- Update Your Keyword Research. When you optimize, consider any new keywords that you could incorporate to capture net new traffic. The way people search changes every day, so it’s likely they’re searching new keywords but wanting the same information.
- Optimize Your Call To Action. Since you’re updating your content to be better for your users and perform better in search engines, make sure to think through what you want people to do after they’ve read your blog post (or ebook, services page, how-to guide, or whatever form your content takes). Do you have a new offer? Do you have a newly implemented email database users can sign up for? New product or service to promote? The key is figuring out how to turn that passive reader into an active member in your lead funnel.
- Start Promoting It Again. Once that content is more relevant, filter it back into your promotion schedule: Create a Facebook post, push it out through Twitter, and include it in your next email campaign. If it’s an important enough post — e.g., it hits on a current trending topic or is an exhaustive resource guide — even consider giving it some placement on your home page or other areas of your site.
OK, Sometimes It Needs To Be Deleted
A lot of your content can be updated and optimized, but there’s some content that just doesn’t need to exist anymore. These are things like:
- Old products or services you no longer offer
- Former employee/executive profiles
- Job postings
- Similar or duplicate blog posts
Here are some tips for handling these types of pages:
- 301 Redirect. In most cases, a 301 redirect is going to be your best choice for content that needs to be deleted. Point old products or services to their newer counterpart; drive people to your careers page if a specific job is no longer available; choose the blog post that has the most page views or better rankings and redirect the duplicate to it.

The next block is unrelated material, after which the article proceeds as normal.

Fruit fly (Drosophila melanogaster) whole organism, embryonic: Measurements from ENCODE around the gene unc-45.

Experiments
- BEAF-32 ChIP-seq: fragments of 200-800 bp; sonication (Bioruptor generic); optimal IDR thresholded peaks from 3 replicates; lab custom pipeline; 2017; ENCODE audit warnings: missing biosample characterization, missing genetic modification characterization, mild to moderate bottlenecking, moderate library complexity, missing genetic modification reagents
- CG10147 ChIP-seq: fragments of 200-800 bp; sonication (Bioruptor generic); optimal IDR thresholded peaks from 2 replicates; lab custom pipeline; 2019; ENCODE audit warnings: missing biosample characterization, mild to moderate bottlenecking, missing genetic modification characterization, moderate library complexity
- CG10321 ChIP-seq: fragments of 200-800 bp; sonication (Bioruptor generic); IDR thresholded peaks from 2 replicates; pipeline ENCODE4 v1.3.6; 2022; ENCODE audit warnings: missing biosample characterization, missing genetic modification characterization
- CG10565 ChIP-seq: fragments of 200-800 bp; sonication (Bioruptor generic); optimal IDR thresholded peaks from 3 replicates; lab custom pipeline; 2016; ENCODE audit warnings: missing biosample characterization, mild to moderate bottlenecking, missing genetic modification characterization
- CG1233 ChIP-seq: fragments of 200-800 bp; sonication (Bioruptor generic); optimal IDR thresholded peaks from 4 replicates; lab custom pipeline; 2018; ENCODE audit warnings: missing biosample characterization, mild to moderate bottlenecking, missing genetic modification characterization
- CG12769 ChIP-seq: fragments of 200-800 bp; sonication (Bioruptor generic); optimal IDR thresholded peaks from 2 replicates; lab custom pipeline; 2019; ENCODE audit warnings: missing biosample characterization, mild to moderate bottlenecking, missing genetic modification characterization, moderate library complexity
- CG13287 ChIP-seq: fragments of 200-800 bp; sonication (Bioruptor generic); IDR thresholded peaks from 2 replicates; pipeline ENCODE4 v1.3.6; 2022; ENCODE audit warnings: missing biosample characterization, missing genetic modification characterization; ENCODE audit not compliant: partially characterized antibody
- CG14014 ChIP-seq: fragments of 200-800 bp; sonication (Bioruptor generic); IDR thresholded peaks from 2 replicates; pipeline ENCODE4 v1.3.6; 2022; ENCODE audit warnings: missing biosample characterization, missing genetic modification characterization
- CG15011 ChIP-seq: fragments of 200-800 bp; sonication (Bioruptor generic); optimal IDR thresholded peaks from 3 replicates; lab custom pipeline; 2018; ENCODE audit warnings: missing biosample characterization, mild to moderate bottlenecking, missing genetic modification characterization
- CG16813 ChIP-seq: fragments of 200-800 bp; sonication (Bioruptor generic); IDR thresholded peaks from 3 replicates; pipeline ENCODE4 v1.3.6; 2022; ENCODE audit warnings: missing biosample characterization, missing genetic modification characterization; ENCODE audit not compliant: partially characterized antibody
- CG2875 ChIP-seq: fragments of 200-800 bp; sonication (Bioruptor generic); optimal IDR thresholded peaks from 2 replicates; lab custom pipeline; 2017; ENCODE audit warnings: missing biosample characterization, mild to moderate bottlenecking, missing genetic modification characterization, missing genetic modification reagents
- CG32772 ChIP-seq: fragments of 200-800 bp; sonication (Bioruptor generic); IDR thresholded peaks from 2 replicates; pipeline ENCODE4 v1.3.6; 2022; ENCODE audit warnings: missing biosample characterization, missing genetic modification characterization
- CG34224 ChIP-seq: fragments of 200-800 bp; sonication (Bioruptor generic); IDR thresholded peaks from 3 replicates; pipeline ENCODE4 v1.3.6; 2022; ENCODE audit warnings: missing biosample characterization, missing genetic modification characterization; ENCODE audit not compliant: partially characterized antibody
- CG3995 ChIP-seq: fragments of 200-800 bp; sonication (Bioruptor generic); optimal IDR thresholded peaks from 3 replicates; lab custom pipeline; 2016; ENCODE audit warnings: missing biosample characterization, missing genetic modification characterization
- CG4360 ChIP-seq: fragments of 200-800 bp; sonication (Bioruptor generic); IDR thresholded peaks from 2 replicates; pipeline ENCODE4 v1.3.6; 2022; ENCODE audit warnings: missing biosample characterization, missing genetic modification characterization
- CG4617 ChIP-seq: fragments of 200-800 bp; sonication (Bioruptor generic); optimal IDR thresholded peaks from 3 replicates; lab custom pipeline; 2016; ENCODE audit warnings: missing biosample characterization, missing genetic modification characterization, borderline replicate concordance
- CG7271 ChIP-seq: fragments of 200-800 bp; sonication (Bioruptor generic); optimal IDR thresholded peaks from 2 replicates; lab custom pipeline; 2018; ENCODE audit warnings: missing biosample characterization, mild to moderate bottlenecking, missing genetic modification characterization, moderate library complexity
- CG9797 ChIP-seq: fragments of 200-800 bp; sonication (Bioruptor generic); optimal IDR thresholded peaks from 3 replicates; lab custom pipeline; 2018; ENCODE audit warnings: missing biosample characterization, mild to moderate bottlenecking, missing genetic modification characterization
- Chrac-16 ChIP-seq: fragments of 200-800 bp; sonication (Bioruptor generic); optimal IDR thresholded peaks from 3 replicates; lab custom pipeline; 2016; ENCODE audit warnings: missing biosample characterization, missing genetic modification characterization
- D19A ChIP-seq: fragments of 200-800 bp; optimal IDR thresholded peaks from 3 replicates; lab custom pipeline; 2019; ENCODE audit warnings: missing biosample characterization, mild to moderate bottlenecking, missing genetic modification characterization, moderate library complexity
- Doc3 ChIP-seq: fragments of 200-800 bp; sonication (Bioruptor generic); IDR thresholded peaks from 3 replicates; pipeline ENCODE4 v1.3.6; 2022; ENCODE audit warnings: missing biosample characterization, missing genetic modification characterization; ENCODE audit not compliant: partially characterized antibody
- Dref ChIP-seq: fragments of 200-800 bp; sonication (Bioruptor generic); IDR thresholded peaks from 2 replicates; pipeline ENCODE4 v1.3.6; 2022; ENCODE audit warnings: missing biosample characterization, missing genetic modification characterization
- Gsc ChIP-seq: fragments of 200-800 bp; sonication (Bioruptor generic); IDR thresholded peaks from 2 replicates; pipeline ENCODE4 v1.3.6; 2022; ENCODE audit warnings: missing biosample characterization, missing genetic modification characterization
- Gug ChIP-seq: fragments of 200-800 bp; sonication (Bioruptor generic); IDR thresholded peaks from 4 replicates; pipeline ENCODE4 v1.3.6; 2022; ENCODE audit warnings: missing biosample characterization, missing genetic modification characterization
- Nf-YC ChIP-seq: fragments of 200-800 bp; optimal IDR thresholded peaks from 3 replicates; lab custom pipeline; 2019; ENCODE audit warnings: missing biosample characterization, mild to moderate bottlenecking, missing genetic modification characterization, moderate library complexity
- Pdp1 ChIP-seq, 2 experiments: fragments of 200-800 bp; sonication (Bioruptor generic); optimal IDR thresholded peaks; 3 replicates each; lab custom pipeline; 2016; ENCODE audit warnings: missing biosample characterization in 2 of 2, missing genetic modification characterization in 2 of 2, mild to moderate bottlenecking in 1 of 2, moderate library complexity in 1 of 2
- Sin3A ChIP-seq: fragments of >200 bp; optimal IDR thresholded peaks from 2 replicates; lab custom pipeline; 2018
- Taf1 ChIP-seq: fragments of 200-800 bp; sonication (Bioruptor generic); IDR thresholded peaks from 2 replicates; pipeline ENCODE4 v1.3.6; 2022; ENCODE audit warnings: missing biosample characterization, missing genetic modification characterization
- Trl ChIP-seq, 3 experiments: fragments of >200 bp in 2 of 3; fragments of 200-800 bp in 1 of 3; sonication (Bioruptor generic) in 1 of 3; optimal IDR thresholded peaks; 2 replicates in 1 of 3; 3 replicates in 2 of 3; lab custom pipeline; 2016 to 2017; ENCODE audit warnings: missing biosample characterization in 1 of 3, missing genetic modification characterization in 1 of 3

- Custom Messaging. You don’t want to go too crazy on the directs, though — every redirect puts more load on your servers, thus slowing down your site, and that will add up. In some instances, you can simply add some custom messaging and related links to other places users could go if they land on your old content. For example: “This position is currently filled, but check out our Careers page for more openings.” This works particularly well with temporarily out-of-stock products. Don’t delete the URL if the product will become available again in the future, but show comparable items to help fill the user experience.
There’s a lot you can do to make sure your old content is still working for you, but remember not to forgo creating new content to update your old content. You need a healthy mix of both tactics to continually provide the best experience for your users and to keep your content fresh for search engines.
Opinions expressed in this article are those of the guest author and not necessarily Search Engine Land. Staff authors are listed here.